Traumatic shoulder instability is a common upper extremity injury.1 Incidence rates range from 23.9 per 100,000 person-years in the general population2 to 435 per 100,000 person-years in military cadets.3,4 Surgical stabilization reduces recurrence and improves self-reported function compared to conservative management for active young adults.5,6 Return to sport typically occurs six months postoperatively, with time from surgery used as the primary measure of readiness.7 However, athletes often lack rotational strength and upper extremity performance,8 with only 80% of athletes and 68% of overhead throwing athletes reaching their pre-injury play level.9 Since the rotator cuff stabilizes the humeral head within the glenoid, incomplete recovery of rotational strength may contribute to recurrent instability and failure to return to sport following shoulder stabilization surgery.
Exercising with loads at 70-85% of one-repetition maximum improves muscle strength but is challenging, symptom-producing, or sometimes even contraindicated following surgery.10 Blood flow restriction (BFR) training uses a tourniquet to impede arterial inflow while occluding venous return, stimulating anaerobic metabolism without heavy resistance.11–14 Blood flow restriction training is safe and well-tolerated in the acute phase of tissue healing.11,14,15 Local physiologic adaptations from BFR training primarily occur in muscles distal to tourniquet placement. However, increased metabolite accumulation, selective recruitment, cellular swelling, and myostatin down-regulation may activate a systemic release of anabolic hormones − growth hormone and insulin-like growth factor-1 − suggesting BFR training may stimulate muscle growth proximal to tourniquet placement.1–5,13,16–19 Long occlusion times with combined aerobic and anaerobic exercise may add to the systematic release of anabolic hormones, further contributing to proximal muscular adaptations seen with BFR training.4–6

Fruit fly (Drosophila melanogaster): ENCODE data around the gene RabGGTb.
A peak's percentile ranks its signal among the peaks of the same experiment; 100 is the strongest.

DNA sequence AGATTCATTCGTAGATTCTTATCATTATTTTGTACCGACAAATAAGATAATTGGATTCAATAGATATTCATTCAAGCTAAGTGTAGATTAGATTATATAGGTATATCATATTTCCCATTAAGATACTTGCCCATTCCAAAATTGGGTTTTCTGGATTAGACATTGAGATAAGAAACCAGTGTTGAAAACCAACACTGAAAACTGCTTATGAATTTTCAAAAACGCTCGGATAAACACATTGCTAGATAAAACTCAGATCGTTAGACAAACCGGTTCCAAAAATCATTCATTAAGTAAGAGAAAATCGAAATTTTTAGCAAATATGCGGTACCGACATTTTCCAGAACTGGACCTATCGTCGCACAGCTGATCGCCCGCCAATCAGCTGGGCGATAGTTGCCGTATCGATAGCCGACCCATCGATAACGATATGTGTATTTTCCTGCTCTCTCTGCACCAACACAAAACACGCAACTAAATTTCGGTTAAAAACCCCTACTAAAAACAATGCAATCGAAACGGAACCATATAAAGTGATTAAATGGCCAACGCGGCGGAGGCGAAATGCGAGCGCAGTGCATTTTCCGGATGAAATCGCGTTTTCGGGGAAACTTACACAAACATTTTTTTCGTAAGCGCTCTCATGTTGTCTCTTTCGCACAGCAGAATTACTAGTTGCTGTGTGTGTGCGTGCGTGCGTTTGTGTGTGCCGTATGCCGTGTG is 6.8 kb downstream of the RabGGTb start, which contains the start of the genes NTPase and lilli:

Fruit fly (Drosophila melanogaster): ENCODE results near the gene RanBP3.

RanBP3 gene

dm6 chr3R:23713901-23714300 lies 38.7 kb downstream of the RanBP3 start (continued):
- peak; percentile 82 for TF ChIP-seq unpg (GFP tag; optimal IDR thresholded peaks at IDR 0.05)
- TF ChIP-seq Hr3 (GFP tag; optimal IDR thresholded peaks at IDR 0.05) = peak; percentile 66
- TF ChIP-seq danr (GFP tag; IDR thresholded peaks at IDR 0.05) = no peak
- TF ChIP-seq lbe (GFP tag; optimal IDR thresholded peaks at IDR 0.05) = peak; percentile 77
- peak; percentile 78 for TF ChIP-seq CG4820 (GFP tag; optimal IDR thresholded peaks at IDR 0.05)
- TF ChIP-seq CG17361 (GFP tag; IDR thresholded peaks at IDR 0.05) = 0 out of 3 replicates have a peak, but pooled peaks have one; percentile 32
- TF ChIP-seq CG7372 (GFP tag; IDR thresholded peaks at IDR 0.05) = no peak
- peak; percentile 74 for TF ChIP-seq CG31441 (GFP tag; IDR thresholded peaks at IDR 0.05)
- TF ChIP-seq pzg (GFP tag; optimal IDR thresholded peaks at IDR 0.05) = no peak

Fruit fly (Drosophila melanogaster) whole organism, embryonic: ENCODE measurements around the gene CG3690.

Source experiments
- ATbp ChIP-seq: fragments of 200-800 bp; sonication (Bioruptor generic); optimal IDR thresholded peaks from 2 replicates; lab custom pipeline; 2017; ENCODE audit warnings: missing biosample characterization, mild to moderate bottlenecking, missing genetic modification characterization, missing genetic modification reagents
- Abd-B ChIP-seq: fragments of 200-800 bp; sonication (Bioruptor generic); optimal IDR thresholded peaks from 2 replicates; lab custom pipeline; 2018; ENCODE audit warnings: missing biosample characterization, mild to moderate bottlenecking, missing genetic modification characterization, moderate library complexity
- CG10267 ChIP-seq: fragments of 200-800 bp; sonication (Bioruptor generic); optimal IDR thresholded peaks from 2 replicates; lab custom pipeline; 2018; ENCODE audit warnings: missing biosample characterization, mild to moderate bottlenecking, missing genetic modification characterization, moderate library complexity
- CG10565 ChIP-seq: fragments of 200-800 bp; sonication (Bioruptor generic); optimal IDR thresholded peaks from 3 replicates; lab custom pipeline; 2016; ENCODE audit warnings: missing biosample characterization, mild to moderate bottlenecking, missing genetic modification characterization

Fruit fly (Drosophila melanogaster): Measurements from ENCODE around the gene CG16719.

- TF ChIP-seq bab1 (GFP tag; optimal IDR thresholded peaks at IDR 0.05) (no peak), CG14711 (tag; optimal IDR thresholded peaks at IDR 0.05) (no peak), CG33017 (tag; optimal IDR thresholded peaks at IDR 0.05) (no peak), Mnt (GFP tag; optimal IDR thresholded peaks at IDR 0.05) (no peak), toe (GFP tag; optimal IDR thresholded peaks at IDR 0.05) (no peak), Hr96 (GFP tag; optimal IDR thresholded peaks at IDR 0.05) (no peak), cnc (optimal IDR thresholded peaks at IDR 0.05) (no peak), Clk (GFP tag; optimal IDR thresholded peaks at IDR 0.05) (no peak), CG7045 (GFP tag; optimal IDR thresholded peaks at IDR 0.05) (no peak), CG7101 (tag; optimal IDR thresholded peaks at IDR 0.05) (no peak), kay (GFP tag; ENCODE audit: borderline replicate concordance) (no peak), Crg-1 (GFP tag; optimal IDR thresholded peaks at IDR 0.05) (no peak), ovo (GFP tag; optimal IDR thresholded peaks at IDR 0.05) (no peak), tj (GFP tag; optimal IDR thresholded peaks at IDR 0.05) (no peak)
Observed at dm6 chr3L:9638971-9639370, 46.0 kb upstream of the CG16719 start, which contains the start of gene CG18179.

Exercising with BFR is gaining popularity for upper extremity injuries,20–24 but its effectiveness following shoulder stabilization surgery requires additional exploration. Therefore, the purpose of this case series was to observe changes in shoulder strength, self-reported function, upper extremity performance, and range of motion (ROM) in military cadets recovering from shoulder stabilization surgery who completed a standard rehabilitation program with six weeks of BFR training.
This study was a prospective case series. Eligible participants were current military cadets, fluent in English, and within six weeks of shoulder stabilization surgery. Shoulder stabilization was defined as any procedure to tighten or repair the glenoid labrum or glenohumeral ligaments. Participants were excluded if they were immunocompromised; required general anesthesia for another medical procedure within six weeks of consent; underwent concomitant rotator cuff repair; had a humeral neck or shaft fracture; or had a history of deep vein thrombosis, endothelial dysfunction, or bleeding disorders.
Twenty-three military cadets, status-post shoulder stabilization surgery were screened for eligibility and enrolled in the study (Figure 1). The most common surgical procedure performed was a Bankart repair of the anterior-inferior glenoid labrum. Of the 23 participants, three dropped from the study, with two failing to follow up within the required time points and one unable to receive BFR treatments after enrollment due to COVID-19-related illness. Eighteen participants completed all follow-up assessments, with two graduating before the six-month evaluation.
A single physical therapist recruited, treated, and assessed the outcomes on all participants. The physical therapist was board certified in orthopedic physical therapy and a fellow in training at a Division 1 sports physical therapy fellowship program. The physical therapist provided tailored manual therapy and home exercise programs addressing individual impairments as needed as part of standard rehabilitation.